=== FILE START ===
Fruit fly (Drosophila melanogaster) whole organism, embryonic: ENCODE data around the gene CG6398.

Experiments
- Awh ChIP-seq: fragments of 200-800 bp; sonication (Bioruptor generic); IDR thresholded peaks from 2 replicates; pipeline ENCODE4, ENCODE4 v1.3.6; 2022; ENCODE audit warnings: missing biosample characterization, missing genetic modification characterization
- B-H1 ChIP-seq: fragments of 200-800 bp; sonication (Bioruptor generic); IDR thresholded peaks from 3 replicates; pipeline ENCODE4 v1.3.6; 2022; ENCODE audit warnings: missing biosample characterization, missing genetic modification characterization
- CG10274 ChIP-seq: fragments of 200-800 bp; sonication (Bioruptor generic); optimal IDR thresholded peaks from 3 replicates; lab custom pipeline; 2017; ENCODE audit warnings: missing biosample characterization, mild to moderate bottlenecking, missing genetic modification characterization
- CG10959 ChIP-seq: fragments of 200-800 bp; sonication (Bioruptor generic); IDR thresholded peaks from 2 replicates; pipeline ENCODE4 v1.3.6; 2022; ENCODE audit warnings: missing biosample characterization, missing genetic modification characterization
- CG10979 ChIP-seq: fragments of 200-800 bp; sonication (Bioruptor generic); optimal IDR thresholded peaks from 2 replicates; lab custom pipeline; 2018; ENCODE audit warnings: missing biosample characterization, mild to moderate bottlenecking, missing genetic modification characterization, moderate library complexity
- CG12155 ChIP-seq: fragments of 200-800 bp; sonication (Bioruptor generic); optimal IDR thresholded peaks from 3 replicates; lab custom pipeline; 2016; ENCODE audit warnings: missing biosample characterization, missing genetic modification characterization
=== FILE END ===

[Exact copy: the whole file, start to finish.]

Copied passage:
Fruit fly (Drosophila melanogaster) whole organism, embryonic: ENCODE data around the gene CG6398.

Experiments
- Awh ChIP-seq: fragments of 200-800 bp; sonication (Bioruptor generic); IDR thresholded peaks from 2 replicates; pipeline ENCODE4, ENCODE4 v1.3.6; 2022; ENCODE audit warnings: missing biosample characterization, missing genetic modification characterization
- B-H1 ChIP-seq: fragments of 200-800 bp; sonication (Bioruptor generic); IDR thresholded peaks from 3 replicates; pipeline ENCODE4 v1.3.6; 2022; ENCODE audit warnings: missing biosample characterization, missing genetic modification characterization
- CG10274 ChIP-seq: fragments of 200-800 bp; sonication (Bioruptor generic); optimal IDR thresholded peaks from 3 replicates; lab custom pipeline; 2017; ENCODE audit warnings: missing biosample characterization, mild to moderate bottlenecking, missing genetic modification characterization
- CG10959 ChIP-seq: fragments of 200-800 bp; sonication (Bioruptor generic); IDR thresholded peaks from 2 replicates; pipeline ENCODE4 v1.3.6; 2022; ENCODE audit warnings: missing biosample characterization, missing genetic modification characterization
- CG10979 ChIP-seq: fragments of 200-800 bp; sonication (Bioruptor generic); optimal IDR thresholded peaks from 2 replicates; lab custom pipeline; 2018; ENCODE audit warnings: missing biosample characterization, mild to moderate bottlenecking, missing genetic modification characterization, moderate library complexity
- CG12155 ChIP-seq: fragments of 200-800 bp; sonication (Bioruptor generic); optimal IDR thresholded peaks from 3 replicates; lab custom pipeline; 2016; ENCODE audit warnings: missing biosample characterization, missing genetic modification characterization